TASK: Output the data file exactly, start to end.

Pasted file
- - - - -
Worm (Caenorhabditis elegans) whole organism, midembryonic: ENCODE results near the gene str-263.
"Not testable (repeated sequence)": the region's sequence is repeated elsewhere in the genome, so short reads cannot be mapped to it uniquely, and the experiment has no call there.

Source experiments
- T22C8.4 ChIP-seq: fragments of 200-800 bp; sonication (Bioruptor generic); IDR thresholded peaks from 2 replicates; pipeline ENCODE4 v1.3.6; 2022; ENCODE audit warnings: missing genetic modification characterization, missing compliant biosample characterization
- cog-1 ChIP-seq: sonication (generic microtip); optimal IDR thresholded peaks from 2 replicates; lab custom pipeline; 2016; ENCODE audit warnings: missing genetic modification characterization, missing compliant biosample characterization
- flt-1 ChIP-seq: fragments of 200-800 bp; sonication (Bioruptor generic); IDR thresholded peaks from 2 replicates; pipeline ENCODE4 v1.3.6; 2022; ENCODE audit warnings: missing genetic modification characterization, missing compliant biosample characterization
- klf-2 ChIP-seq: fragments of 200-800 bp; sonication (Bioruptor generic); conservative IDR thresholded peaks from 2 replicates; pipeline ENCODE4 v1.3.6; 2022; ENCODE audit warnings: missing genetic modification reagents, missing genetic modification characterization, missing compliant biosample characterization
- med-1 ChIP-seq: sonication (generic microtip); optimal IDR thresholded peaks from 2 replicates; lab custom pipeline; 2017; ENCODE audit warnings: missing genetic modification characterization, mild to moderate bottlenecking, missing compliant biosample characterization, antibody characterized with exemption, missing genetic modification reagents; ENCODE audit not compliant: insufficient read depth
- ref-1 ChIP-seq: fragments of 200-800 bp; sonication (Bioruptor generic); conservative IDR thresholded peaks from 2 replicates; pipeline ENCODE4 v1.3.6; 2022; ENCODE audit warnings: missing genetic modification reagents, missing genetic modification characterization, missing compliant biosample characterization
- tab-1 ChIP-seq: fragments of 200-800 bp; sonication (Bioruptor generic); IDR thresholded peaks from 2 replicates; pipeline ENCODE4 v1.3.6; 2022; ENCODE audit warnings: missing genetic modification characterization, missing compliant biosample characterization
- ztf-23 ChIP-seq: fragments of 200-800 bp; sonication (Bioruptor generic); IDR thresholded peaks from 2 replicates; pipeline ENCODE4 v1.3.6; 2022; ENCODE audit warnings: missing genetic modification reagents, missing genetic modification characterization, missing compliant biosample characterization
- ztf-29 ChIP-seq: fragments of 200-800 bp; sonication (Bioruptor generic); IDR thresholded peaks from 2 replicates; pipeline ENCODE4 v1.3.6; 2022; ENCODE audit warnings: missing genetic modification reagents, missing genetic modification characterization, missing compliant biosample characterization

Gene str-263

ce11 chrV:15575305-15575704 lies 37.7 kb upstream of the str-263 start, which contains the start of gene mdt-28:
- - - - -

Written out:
Worm (Caenorhabditis elegans) whole organism, midembryonic: ENCODE results near the gene str-263.
"Not testable (repeated sequence)": the region's sequence is repeated elsewhere in the genome, so short reads cannot be mapped to it uniquely, and the experiment has no call there.

Source experiments
- T22C8.4 ChIP-seq: fragments of 200-800 bp; sonication (Bioruptor generic); IDR thresholded peaks from 2 replicates; pipeline ENCODE4 v1.3.6; 2022; ENCODE audit warnings: missing genetic modification characterization, missing compliant biosample characterization
- cog-1 ChIP-seq: sonication (generic microtip); optimal IDR thresholded peaks from 2 replicates; lab custom pipeline; 2016; ENCODE audit warnings: missing genetic modification characterization, missing compliant biosample characterization
- flt-1 ChIP-seq: fragments of 200-800 bp; sonication (Bioruptor generic); IDR thresholded peaks from 2 replicates; pipeline ENCODE4 v1.3.6; 2022; ENCODE audit warnings: missing genetic modification characterization, missing compliant biosample characterization
- klf-2 ChIP-seq: fragments of 200-800 bp; sonication (Bioruptor generic); conservative IDR thresholded peaks from 2 replicates; pipeline ENCODE4 v1.3.6; 2022; ENCODE audit warnings: missing genetic modification reagents, missing genetic modification characterization, missing compliant biosample characterization
- med-1 ChIP-seq: sonication (generic microtip); optimal IDR thresholded peaks from 2 replicates; lab custom pipeline; 2017; ENCODE audit warnings: missing genetic modification characterization, mild to moderate bottlenecking, missing compliant biosample characterization, antibody characterized with exemption, missing genetic modification reagents; ENCODE audit not compliant: insufficient read depth
- ref-1 ChIP-seq: fragments of 200-800 bp; sonication (Bioruptor generic); conservative IDR thresholded peaks from 2 replicates; pipeline ENCODE4 v1.3.6; 2022; ENCODE audit warnings: missing genetic modification reagents, missing genetic modification characterization, missing compliant biosample characterization
- tab-1 ChIP-seq: fragments of 200-800 bp; sonication (Bioruptor generic); IDR thresholded peaks from 2 replicates; pipeline ENCODE4 v1.3.6; 2022; ENCODE audit warnings: missing genetic modification characterization, missing compliant biosample characterization
- ztf-23 ChIP-seq: fragments of 200-800 bp; sonication (Bioruptor generic); IDR thresholded peaks from 2 replicates; pipeline ENCODE4 v1.3.6; 2022; ENCODE audit warnings: missing genetic modification reagents, missing genetic modification characterization, missing compliant biosample characterization
- ztf-29 ChIP-seq: fragments of 200-800 bp; sonication (Bioruptor generic); IDR thresholded peaks from 2 replicates; pipeline ENCODE4 v1.3.6; 2022; ENCODE audit warnings: missing genetic modification reagents, missing genetic modification characterization, missing compliant biosample characterization

Gene str-263

ce11 chrV:15575305-15575704 lies 37.7 kb upstream of the str-263 start, which contains the start of gene mdt-28: